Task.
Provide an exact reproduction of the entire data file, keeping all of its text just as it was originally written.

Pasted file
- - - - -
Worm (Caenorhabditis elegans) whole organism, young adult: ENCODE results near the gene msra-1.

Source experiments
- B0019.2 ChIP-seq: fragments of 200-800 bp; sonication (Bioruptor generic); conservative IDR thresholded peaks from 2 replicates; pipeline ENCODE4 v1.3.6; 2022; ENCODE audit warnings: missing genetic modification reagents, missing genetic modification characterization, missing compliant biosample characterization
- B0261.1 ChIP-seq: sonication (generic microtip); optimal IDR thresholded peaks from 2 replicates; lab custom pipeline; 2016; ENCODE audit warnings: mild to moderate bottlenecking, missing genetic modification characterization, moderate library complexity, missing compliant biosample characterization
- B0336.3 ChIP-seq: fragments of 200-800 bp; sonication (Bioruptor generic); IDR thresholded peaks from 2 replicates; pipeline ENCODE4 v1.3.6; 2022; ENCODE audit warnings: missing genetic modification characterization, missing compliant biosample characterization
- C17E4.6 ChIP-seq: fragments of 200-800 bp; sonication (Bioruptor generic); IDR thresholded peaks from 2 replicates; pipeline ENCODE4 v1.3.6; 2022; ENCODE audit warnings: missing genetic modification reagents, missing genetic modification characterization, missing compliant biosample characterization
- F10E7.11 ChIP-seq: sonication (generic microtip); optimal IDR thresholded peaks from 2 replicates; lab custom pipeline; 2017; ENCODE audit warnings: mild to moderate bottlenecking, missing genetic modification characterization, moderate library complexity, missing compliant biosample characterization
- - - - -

Worm (Caenorhabditis elegans) whole organism, young adult: ENCODE results near the gene msra-1.

Source experiments
- B0019.2 ChIP-seq: fragments of 200-800 bp; sonication (Bioruptor generic); conservative IDR thresholded peaks from 2 replicates; pipeline ENCODE4 v1.3.6; 2022; ENCODE audit warnings: missing genetic modification reagents, missing genetic modification characterization, missing compliant biosample characterization
- B0261.1 ChIP-seq: sonication (generic microtip); optimal IDR thresholded peaks from 2 replicates; lab custom pipeline; 2016; ENCODE audit warnings: mild to moderate bottlenecking, missing genetic modification characterization, moderate library complexity, missing compliant biosample characterization
- B0336.3 ChIP-seq: fragments of 200-800 bp; sonication (Bioruptor generic); IDR thresholded peaks from 2 replicates; pipeline ENCODE4 v1.3.6; 2022; ENCODE audit warnings: missing genetic modification characterization, missing compliant biosample characterization
- C17E4.6 ChIP-seq: fragments of 200-800 bp; sonication (Bioruptor generic); IDR thresholded peaks from 2 replicates; pipeline ENCODE4 v1.3.6; 2022; ENCODE audit warnings: missing genetic modification reagents, missing genetic modification characterization, missing compliant biosample characterization
- F10E7.11 ChIP-seq: sonication (generic microtip); optimal IDR thresholded peaks from 2 replicates; lab custom pipeline; 2017; ENCODE audit warnings: mild to moderate bottlenecking, missing genetic modification characterization, moderate library complexity, missing compliant biosample characterization